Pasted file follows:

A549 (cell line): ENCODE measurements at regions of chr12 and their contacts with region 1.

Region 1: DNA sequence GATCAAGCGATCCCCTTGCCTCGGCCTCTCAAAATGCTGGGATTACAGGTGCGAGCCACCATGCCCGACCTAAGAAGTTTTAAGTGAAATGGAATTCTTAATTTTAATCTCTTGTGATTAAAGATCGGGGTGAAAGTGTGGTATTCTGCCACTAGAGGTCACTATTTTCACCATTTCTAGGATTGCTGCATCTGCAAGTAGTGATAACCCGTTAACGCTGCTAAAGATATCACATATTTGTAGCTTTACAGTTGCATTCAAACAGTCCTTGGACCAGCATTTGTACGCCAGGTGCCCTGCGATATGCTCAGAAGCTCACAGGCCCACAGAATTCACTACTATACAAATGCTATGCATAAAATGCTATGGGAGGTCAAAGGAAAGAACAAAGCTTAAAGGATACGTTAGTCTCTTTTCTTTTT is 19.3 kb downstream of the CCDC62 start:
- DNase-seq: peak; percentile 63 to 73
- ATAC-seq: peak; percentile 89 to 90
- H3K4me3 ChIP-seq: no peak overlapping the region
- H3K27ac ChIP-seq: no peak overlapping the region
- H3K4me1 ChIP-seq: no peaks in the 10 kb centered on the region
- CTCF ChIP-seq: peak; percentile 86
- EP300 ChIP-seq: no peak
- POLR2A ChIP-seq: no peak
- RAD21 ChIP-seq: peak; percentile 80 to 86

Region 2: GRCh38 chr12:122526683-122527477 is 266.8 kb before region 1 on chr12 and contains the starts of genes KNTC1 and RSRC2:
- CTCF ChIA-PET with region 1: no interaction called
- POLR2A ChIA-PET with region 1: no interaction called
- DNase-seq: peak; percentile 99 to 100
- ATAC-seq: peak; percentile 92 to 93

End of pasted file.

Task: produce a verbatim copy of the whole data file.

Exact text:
A549 (cell line): ENCODE measurements at regions of chr12 and their contacts with region 1.

Region 1: DNA sequence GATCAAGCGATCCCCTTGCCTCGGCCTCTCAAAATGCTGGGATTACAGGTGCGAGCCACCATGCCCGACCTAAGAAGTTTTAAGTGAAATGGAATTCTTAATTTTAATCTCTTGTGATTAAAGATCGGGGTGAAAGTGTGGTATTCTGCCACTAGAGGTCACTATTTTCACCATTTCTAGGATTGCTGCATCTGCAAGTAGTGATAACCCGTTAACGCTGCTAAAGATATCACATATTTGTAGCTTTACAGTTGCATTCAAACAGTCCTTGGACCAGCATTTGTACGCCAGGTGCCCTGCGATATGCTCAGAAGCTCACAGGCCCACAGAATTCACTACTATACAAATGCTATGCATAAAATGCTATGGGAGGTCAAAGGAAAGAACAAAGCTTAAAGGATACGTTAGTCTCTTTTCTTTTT is 19.3 kb downstream of the CCDC62 start:
- DNase-seq: peak; percentile 63 to 73
- ATAC-seq: peak; percentile 89 to 90
- H3K4me3 ChIP-seq: no peak overlapping the region
- H3K27ac ChIP-seq: no peak overlapping the region
- H3K4me1 ChIP-seq: no peaks in the 10 kb centered on the region
- CTCF ChIP-seq: peak; percentile 86
- EP300 ChIP-seq: no peak
- POLR2A ChIP-seq: no peak
- RAD21 ChIP-seq: peak; percentile 80 to 86

Region 2: GRCh38 chr12:122526683-122527477 is 266.8 kb before region 1 on chr12 and contains the starts of genes KNTC1 and RSRC2:
- CTCF ChIA-PET with region 1: no interaction called
- POLR2A ChIA-PET with region 1: no interaction called
- DNase-seq: peak; percentile 99 to 100
- ATAC-seq: peak; percentile 92 to 93